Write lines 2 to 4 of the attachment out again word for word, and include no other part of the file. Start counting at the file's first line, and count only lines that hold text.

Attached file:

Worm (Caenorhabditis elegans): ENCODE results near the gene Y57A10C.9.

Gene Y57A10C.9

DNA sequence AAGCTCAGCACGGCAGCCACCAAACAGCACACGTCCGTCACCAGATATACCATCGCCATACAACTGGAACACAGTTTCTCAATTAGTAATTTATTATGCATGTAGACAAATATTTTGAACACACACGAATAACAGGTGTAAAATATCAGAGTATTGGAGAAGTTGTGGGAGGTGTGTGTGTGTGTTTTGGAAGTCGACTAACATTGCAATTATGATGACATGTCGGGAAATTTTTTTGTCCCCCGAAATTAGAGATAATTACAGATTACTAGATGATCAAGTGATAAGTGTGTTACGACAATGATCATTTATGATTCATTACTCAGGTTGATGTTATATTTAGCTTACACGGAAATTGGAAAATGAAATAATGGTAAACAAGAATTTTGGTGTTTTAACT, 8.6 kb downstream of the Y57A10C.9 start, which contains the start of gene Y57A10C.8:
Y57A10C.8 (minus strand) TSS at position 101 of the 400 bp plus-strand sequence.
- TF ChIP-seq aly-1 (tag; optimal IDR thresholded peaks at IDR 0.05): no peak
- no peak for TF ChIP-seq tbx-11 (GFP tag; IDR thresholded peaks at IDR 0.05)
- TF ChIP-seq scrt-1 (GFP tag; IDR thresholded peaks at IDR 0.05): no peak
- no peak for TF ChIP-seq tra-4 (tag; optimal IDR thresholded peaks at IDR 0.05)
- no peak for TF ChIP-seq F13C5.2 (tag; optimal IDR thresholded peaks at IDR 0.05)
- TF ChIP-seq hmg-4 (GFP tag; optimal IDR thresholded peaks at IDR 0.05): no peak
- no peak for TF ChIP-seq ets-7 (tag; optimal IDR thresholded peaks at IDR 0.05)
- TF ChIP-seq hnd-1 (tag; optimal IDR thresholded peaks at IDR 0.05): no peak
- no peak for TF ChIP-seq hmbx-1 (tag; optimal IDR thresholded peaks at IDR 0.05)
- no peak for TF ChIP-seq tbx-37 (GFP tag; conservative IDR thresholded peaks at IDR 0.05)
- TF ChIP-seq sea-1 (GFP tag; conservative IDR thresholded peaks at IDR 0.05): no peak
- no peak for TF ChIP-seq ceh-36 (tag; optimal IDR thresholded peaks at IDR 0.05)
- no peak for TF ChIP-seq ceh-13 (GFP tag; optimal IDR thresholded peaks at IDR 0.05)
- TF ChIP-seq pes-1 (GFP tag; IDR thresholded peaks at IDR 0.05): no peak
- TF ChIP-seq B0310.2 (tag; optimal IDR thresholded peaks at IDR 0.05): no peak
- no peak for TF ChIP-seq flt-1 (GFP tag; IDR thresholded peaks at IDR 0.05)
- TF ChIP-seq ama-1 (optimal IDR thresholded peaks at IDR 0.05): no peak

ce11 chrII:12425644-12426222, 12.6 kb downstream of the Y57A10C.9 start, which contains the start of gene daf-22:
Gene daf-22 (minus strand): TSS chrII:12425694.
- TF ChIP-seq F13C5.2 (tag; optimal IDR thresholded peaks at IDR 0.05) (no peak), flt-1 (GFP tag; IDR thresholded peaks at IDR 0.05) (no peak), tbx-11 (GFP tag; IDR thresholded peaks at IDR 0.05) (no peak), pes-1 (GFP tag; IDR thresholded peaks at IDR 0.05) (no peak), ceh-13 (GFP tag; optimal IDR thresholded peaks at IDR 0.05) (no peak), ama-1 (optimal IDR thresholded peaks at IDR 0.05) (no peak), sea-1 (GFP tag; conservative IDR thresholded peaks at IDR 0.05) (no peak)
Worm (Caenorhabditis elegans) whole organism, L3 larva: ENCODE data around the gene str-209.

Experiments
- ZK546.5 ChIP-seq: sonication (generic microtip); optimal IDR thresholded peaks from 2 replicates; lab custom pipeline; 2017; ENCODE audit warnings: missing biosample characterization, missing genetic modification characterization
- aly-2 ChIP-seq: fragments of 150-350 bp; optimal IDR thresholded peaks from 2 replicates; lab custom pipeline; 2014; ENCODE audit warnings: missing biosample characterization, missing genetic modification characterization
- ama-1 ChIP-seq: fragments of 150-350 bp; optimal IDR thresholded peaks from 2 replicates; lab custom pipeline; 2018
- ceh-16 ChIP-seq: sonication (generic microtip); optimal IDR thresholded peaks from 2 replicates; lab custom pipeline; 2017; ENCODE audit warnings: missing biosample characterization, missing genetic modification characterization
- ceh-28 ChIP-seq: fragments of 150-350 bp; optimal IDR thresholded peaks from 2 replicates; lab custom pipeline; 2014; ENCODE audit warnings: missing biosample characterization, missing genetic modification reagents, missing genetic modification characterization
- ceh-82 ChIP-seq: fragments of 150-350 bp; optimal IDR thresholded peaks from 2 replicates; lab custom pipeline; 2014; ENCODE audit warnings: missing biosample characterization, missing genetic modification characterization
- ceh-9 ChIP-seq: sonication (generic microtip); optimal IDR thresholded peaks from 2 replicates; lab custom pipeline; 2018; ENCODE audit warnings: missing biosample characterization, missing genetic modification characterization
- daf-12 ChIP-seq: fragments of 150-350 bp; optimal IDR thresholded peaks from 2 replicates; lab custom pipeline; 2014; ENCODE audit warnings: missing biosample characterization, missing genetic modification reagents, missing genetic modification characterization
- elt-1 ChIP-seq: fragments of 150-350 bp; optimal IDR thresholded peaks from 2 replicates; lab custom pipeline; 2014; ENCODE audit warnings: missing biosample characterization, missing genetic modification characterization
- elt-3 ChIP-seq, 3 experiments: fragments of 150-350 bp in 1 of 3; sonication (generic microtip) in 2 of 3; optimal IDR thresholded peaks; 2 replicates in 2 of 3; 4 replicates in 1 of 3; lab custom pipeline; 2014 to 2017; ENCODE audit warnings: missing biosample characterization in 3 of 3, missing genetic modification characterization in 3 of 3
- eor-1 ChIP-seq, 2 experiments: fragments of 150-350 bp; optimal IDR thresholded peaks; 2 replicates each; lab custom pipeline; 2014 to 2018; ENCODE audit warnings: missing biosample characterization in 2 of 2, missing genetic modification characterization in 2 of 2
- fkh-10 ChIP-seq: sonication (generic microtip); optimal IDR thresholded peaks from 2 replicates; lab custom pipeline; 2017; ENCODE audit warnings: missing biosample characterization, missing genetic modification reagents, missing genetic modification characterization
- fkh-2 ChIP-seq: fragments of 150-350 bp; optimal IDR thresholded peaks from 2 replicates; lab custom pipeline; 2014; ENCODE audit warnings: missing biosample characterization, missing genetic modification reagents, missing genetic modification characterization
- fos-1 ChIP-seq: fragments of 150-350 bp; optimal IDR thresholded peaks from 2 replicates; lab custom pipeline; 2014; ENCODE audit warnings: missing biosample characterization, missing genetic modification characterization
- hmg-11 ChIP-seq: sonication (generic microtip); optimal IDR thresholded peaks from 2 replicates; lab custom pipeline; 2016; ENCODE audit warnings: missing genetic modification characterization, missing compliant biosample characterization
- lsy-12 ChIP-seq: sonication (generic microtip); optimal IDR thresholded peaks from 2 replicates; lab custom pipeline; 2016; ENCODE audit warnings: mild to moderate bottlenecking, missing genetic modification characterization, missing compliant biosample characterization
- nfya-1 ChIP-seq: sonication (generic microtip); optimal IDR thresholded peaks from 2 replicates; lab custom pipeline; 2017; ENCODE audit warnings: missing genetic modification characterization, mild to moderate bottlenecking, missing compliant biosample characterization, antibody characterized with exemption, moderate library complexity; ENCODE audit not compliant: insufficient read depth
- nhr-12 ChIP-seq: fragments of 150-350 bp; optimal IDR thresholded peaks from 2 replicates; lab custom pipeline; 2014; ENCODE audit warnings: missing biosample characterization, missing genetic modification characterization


Gene Y57A10C.9

DNA sequence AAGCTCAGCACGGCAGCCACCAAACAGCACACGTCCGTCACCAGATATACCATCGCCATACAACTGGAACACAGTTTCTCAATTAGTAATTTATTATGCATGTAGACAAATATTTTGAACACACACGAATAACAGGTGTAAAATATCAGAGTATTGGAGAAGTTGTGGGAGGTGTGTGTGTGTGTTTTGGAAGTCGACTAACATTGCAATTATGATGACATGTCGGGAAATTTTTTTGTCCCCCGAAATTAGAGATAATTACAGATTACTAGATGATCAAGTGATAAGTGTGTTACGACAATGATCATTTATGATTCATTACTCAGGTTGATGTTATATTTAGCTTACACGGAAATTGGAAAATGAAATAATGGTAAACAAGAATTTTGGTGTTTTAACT, 8.6 kb downstream of the Y57A10C.9 start, which contains the start of gene Y57A10C.8:
Y57A10C.8 (minus strand) TSS at position 101 of the 400 bp plus-strand sequence.